[time-nuts] Thought experiment on a low cost timing board

Tom Van Baak tvb at leapsecond.com
Fri Feb 24 17:53:04 EST 2006

> From: "Tom Clark, K3IO (ex W3IWI)" <K3IO at verizon.net>
> I have done several GPSDOs using the NAVMAN receiver, so I add a few
> comments to the discussion:
> 1. Both the G3RUH
> ([1]http://www.jrmiller.demon.co.uk/projects/ministd/frqstd.htm) and
> I2PHD ([2]http://gpsdo.i2phd.com/) designs use 74HC390 divider chips;

I also want to thank G3RUH and I2PHD for the links. I
tend to get caught up with such high performance that
I overlook simpler (though somewhat less performing)
solutions like those.

> I also tried them. What I found was that the 74HC390 dividers had very
> strong temperature sensitivity, amounting to well over 100 nsec with a
> mild diurnal room temperature change. Of course this is due to the
> 'HC390s being a cascaded series of ripple counters. To go from 10 MHz
> to 10 kHz, you end up with 12 CMOS stages being cascaded.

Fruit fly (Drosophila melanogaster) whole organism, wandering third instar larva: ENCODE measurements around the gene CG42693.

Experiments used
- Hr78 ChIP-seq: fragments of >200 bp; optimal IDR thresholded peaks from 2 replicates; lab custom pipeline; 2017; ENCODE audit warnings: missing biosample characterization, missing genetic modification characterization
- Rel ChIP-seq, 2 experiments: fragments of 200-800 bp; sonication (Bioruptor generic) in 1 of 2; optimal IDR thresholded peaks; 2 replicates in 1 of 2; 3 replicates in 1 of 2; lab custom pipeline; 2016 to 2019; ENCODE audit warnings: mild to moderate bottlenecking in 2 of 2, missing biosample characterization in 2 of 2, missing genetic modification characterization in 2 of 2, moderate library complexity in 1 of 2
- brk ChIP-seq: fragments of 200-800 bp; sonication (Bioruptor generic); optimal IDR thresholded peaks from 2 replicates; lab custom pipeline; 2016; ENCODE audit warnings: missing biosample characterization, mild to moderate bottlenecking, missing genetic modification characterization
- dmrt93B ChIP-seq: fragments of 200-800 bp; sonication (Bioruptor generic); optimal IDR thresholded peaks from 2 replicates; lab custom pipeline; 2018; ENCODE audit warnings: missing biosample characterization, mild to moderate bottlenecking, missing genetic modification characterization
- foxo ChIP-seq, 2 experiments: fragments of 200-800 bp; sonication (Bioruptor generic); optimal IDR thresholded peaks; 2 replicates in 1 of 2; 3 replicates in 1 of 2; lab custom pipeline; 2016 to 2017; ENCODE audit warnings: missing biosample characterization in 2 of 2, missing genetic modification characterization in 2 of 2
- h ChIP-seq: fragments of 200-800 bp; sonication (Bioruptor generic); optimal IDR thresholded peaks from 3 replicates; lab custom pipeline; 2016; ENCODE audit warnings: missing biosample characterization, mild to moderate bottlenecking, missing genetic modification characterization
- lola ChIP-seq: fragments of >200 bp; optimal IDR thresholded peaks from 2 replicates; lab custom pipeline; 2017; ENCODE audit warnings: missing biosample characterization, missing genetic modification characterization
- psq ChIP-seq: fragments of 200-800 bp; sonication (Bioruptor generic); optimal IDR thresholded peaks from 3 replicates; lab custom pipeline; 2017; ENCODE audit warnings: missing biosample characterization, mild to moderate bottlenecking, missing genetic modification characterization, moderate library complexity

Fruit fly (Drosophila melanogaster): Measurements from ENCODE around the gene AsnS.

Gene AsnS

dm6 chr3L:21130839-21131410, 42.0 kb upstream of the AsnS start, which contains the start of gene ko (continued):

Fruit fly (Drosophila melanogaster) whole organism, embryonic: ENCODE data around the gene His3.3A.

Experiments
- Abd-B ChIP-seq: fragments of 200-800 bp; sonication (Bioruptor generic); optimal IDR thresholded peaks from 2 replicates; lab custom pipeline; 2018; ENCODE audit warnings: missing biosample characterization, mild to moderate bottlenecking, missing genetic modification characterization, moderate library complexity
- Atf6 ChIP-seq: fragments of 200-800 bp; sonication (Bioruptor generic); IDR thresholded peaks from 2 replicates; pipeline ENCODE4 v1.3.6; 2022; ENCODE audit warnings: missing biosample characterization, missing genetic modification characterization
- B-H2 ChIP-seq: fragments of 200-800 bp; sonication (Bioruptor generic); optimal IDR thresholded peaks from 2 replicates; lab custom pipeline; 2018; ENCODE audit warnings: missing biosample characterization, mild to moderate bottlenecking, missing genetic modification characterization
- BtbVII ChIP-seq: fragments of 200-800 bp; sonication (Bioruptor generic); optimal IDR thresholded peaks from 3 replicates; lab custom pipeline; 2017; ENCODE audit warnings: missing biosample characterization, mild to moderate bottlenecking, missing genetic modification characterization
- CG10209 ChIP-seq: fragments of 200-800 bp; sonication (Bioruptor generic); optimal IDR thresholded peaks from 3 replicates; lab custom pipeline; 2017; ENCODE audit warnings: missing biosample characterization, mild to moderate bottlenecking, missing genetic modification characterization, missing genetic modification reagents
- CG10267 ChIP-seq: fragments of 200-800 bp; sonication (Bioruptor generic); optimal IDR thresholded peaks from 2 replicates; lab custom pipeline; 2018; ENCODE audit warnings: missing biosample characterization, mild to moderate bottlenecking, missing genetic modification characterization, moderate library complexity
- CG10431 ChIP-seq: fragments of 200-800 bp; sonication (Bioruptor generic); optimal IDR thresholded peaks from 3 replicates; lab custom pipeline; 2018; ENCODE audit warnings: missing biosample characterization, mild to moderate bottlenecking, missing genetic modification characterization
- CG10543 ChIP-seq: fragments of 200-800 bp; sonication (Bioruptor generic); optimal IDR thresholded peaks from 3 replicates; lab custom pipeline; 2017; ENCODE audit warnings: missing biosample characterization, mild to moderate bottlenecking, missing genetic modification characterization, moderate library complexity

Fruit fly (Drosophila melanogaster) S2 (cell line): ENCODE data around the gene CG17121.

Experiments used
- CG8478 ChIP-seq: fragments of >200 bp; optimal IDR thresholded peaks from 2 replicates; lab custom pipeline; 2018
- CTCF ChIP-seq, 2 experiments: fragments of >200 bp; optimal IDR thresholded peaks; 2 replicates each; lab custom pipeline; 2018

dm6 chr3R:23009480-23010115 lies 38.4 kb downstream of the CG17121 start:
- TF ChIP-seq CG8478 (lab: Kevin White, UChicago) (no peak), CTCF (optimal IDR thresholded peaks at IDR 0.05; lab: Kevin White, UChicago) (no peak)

> My solution was to replace the 'HC390 change with the elegant
> PIC-based divider chain invented by Tom van Baak. This uses the 10 MHz
> signal as the PIC's clock, and the tight code based on a fixed number
> of wait states makes a fully synchronous divider. I was unable to
> measure ANY temperature effects. The PIC requires less real estate
> than the 'HC390s and is also quite cost effective.

For those of you interested -- the free PIC source code
for the divider is at:

Also I think Brooks Shera keeps a copy of the code at:

Although written years ago for the PIC16C84 it works with
little modification to almost any PIC. Remember to turn on
the HS osc fuse, turn off the WDT fuse, and use a PIC part
that handles a 10 MHz clock.

> ...
> In short -- The Jupiter-T is a good timing receiver.
> Hope these factoids helped -- Tom

Yes, thanks much. Always a pleasure to hear from you.


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